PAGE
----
March 23, 1832|
|Died||September 26, 1899(aged 67)|
Ōki was born into a samurai family in Saga, in Hizen province (present-day Saga prefecture). He studied at the domain school Kodokan, and promoted reform of the domain administration. During the Boshin War he was a leader in the Saga forces committed to the overthrow of the Tokugawa shogunate.
In 1871, he became Education Minister and is credited with establishing Japan's modern educational system. In 1873, he became sangi (councillor) and in 1876, Justice Minister and was concerned with the punishment of the disgruntled ex-samurai involved in the Hagi Rebellion and the Shimpūren Rebellion. In 1880, he became chairman of the Genrōin . He also worked on developing Japan's civil code as the president of the ‘Civil Code Compiling Council’.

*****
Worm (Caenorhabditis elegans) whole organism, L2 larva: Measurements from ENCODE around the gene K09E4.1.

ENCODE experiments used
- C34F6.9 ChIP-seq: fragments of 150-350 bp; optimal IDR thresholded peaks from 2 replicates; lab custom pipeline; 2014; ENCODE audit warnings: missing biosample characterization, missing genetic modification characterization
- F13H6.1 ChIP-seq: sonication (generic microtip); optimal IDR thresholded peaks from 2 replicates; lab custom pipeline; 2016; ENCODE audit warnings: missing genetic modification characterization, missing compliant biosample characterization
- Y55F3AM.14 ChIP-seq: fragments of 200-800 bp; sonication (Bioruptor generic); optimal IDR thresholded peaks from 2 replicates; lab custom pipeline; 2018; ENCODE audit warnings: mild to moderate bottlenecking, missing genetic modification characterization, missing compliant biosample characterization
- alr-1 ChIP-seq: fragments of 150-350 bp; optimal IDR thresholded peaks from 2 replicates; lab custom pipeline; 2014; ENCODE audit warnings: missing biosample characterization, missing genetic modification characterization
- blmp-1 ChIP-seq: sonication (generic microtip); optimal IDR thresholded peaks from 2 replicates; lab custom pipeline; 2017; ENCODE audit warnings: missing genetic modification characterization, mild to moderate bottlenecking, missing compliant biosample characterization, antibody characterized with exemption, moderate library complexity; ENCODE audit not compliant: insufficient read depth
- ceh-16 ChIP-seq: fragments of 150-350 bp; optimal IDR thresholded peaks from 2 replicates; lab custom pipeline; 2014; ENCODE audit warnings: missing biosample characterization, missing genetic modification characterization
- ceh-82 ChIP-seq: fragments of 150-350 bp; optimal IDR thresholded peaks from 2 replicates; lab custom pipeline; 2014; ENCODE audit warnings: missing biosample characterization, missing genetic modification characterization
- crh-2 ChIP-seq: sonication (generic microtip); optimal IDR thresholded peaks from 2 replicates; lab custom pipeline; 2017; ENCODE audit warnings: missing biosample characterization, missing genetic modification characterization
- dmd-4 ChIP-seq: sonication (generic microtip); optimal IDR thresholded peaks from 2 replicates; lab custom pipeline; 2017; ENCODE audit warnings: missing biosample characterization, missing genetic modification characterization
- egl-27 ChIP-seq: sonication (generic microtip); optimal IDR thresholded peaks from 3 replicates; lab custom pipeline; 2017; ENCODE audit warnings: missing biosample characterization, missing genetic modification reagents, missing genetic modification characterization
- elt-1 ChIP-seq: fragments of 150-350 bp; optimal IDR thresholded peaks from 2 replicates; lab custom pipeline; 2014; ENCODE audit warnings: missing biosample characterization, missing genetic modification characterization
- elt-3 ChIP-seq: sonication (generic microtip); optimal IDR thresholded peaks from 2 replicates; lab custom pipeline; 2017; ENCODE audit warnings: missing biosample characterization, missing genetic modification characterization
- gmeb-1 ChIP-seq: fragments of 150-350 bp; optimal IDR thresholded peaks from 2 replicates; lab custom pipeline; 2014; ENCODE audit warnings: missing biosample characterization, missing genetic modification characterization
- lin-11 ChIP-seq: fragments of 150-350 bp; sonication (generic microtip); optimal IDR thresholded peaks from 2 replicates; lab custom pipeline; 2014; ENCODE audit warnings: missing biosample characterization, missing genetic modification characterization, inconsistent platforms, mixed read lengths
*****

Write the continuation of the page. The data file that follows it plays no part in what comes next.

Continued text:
In 1884, he was elevated to the title of hakushaku (count) in the new kazoku peerage system.
From 1888 he served on the Privy Council, becoming chairman in 1889. Later he was appointed Justice Minister under the first Yamagata administration, and the Education Minister under the first Matsukata administration.
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